- access software in the cloud for face recognition, so we know who every person is and where they're located (we can do pretty accurate face recognition in pictures at the current time, so face recognition for video should be there in the future, shouldn't it?) - heck, with everyone carrying mobile/communication devices we kind of already know where everyone is
... well, in that case, people, the telescreens are just around the corner... and the whole telescreen-like phenomenon is quite more powerful than Mr. Orwell imagined...

So, am I the only imagining the telescreens as larger tablets with really good cameras? I mean, they should be iPad-like devices, shouldn't they? :D

I wonder what Mr. Orwell would think of present day tablet-like technology - I'd just want to see his face, you know, that face saying "omg, it's real, it's more than I thought possible although at that time it felt even to me that I was exaggerating (is there a term like "exaggerate too much" I wonder? :D) and had doubts about it..."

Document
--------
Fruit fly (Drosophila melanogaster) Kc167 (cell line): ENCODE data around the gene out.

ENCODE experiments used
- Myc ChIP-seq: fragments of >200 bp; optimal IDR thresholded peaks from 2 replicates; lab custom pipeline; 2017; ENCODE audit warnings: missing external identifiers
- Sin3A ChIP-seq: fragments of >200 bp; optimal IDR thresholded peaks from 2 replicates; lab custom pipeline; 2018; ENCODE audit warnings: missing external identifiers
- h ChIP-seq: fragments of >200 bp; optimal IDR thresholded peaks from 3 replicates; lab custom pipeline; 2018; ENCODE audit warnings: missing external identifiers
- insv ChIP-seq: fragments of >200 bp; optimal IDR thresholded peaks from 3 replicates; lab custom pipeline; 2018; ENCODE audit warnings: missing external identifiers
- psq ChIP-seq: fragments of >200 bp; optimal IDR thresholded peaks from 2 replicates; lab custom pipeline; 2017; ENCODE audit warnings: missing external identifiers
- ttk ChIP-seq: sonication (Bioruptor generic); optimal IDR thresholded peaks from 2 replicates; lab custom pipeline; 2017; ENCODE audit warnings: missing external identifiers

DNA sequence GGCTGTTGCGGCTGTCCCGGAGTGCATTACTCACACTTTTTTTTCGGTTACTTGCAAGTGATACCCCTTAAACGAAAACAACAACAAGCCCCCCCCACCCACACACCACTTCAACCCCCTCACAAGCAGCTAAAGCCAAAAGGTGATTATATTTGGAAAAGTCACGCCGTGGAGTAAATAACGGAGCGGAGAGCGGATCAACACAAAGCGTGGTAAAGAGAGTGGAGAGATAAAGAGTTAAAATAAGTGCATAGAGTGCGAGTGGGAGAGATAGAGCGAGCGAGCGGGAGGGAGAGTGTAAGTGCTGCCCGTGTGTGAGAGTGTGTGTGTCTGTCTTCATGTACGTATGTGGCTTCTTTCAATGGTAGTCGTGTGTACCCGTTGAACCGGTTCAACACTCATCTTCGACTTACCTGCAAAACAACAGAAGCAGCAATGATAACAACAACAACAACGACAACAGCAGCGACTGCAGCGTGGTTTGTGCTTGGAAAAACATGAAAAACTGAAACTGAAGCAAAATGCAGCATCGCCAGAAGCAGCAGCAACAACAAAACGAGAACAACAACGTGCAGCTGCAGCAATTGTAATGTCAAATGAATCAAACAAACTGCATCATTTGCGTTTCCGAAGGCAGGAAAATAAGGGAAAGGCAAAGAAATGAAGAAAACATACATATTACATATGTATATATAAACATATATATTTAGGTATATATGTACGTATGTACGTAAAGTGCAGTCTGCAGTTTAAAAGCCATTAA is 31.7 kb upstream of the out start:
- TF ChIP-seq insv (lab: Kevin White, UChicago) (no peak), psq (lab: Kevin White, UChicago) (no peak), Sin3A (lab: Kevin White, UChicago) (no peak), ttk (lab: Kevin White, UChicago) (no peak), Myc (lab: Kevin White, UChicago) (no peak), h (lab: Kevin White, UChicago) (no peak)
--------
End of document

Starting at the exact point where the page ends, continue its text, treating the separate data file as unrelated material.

Nota bene - just to make a bitter joke:
The telescreens would be
... with your permission of course, if they were deployed by Google
... or directly without your permission, if they were deployed by Facebook - Hey, we thought you'd enjoy it :p No? Oh, there's in the privacy settings a complicated pay to turn it off, just in case you want to, but better not, just share everything, you know...
... delivering only 140 characters messages at a time if operated by Twitter and popping all the time references (whenever you pass by a telescreen) to your activities like @John The Thought Police is following you! or @John Your kid has just told Thought Police you're a traitor and not loyal to the Party!

War and the society? (according to the last chapter in Part 2)

To put it short, the purpose of war is to produce more war, to keep people in dirt, subjugated, always afraid and obedient to the Party.